Know the differences between S corp. and C corp.: When it comes to being taxed as a business, there are generally two options: being taxed as a C corporation or as an S corporation. A traditional corporation that pays corporate income tax on profits is considered a C corporation. These corporations have “double taxation,” meaning that the corporation’s shareholders pay taxes on their salaries as well. On the other hand, S corporations don’t pay corporate taxes. Instead, the corporation’s incomes are taxed through the shareholder’s personal tax returns. But only certain corporations, like those with fewer than 100 shareholders, can be eligible for S corporation classification.
Keep deadlines and tax rates in mind: Just like personal income taxes, corporations have important deadlines that need to be met. Form 1120, which is the corporate tax form, needs to be filed before the 15th day of the third month after the corporation’s tax year ends. There may be additional deadlines for extensions. Along with deadlines, it’s important to know the tax rate for corporations. Under the Tax Cut and Jobs Act of 2017, the top corporate tax rate decreased to 21% in the 2018 tax year. However, rates may vary based on factors like quarterly estimated taxes.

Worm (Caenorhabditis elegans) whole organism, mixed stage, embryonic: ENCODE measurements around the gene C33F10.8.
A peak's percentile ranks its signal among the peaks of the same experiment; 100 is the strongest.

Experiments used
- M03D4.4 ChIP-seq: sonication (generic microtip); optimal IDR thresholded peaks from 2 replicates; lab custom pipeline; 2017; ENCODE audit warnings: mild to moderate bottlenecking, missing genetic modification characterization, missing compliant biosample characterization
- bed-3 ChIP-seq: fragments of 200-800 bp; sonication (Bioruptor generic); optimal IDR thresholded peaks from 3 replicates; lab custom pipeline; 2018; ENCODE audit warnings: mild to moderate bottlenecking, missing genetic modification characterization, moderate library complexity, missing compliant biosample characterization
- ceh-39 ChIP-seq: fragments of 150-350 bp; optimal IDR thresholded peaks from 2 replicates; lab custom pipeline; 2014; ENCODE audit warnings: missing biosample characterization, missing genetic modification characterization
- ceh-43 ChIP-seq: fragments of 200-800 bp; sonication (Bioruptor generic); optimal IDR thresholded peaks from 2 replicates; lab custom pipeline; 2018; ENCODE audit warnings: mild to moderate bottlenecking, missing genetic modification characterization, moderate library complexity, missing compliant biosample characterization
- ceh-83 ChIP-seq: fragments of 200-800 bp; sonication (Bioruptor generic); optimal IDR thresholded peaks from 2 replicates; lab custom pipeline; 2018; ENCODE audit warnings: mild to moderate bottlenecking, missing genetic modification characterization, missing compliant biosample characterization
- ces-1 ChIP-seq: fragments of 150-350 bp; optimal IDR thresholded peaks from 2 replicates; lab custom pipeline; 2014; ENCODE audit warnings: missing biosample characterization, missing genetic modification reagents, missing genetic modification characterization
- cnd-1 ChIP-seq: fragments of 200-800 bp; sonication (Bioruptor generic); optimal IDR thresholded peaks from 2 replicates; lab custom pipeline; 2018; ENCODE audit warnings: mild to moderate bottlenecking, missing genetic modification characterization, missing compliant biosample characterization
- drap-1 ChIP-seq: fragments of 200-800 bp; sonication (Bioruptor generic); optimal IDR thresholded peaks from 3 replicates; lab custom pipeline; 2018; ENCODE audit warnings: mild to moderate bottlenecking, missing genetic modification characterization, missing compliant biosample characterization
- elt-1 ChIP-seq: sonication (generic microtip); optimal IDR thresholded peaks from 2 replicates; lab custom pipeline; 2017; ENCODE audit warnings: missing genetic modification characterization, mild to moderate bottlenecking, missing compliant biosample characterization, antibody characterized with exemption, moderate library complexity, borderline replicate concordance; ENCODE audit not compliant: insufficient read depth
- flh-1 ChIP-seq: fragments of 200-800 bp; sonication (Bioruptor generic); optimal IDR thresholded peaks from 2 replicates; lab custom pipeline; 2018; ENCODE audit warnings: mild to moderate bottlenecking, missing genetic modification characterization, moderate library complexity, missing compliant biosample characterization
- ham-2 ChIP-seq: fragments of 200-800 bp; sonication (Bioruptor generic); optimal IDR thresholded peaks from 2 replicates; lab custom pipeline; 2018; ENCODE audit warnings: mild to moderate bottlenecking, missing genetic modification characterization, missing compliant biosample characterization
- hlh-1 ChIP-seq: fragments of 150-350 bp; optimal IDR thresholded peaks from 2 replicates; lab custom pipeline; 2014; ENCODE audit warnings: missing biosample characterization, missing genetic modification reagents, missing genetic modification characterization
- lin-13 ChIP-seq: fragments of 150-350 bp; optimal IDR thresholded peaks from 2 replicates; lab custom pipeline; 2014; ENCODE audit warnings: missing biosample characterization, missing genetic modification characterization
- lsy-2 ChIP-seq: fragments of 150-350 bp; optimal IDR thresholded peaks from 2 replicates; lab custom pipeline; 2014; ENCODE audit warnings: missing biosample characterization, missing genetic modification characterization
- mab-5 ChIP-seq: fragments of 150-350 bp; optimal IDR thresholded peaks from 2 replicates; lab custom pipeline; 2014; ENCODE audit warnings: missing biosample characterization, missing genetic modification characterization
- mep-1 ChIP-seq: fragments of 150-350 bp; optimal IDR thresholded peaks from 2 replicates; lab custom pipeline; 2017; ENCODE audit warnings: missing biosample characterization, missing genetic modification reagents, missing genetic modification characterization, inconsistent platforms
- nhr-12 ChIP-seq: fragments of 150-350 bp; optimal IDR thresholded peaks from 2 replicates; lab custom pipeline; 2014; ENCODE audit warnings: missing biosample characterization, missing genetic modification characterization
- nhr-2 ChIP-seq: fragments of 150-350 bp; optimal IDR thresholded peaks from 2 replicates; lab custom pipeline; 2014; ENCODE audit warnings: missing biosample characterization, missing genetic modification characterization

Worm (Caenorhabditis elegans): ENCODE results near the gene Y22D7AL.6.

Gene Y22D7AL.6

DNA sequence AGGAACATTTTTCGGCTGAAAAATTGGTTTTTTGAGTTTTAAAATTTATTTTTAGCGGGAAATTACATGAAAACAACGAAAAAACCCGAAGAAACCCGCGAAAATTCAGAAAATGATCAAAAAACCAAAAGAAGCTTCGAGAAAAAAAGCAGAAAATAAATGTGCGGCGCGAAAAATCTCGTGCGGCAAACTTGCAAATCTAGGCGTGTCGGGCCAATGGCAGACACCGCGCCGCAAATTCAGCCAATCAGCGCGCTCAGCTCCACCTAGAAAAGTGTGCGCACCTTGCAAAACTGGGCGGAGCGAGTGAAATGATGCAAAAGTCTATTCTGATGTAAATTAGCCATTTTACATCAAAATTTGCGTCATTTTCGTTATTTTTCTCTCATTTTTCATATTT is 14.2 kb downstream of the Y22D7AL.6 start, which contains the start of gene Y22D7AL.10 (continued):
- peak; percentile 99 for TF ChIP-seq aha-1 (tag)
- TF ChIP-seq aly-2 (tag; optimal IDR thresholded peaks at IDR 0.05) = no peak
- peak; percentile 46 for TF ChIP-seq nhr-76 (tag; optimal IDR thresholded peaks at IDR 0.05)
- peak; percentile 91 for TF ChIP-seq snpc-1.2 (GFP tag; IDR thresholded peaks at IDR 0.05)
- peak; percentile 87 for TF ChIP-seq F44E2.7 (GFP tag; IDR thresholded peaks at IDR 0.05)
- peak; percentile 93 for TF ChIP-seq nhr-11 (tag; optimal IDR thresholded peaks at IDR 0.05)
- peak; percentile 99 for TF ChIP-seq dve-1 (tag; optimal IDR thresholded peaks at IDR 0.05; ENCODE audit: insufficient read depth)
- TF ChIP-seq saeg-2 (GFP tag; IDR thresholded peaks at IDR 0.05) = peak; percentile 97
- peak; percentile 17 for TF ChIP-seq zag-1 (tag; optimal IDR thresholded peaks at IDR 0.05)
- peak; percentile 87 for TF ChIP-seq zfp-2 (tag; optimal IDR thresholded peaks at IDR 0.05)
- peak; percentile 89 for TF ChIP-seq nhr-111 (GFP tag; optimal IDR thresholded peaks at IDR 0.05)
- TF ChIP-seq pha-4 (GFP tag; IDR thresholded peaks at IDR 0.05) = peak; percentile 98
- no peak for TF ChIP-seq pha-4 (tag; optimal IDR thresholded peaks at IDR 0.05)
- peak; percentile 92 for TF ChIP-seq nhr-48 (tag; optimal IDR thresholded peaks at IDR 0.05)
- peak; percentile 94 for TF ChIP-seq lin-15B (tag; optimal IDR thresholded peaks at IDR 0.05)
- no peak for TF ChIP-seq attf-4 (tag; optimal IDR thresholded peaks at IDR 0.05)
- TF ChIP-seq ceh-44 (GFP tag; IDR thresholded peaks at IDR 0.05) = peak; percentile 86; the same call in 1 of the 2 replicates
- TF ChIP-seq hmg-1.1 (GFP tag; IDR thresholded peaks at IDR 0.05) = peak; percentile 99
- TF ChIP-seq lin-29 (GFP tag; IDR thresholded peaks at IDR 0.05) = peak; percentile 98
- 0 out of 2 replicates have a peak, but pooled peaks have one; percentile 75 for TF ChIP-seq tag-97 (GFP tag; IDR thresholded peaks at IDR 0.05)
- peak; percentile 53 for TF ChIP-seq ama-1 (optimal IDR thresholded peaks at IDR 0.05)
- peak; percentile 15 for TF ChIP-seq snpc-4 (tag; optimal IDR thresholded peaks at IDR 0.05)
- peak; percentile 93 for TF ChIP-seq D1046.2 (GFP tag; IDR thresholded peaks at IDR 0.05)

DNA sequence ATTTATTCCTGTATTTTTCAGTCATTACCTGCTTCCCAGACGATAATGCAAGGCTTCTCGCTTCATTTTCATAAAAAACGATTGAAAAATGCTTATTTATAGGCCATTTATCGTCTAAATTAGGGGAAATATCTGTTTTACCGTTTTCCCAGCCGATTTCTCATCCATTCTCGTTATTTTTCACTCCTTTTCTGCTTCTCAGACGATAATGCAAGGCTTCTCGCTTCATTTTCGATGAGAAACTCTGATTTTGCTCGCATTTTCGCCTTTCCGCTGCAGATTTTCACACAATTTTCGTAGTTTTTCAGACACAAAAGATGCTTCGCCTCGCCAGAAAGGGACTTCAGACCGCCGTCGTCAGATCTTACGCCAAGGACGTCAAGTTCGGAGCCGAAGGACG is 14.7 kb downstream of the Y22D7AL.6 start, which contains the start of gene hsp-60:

All business records need to be kept: Proper record keeping is essential for all tax filings. From gathering quarterly estimated taxes to filing at the end of the year, all business records need to be on hand. Important records include business earnings and losses as well as any additional expenses. Fortunately, tax accountants can help businesses of all sizes keep their important records organized for easy tax filing. Having organized records will help make filling out tax forms as easy as possible.
There are more than just a few factors that go into filing taxes for corporations, but these simple steps are a good place to start. If you own, manage, or are a shareholder of a corporation, make sure to talk to your accountant about the upcoming tax filings.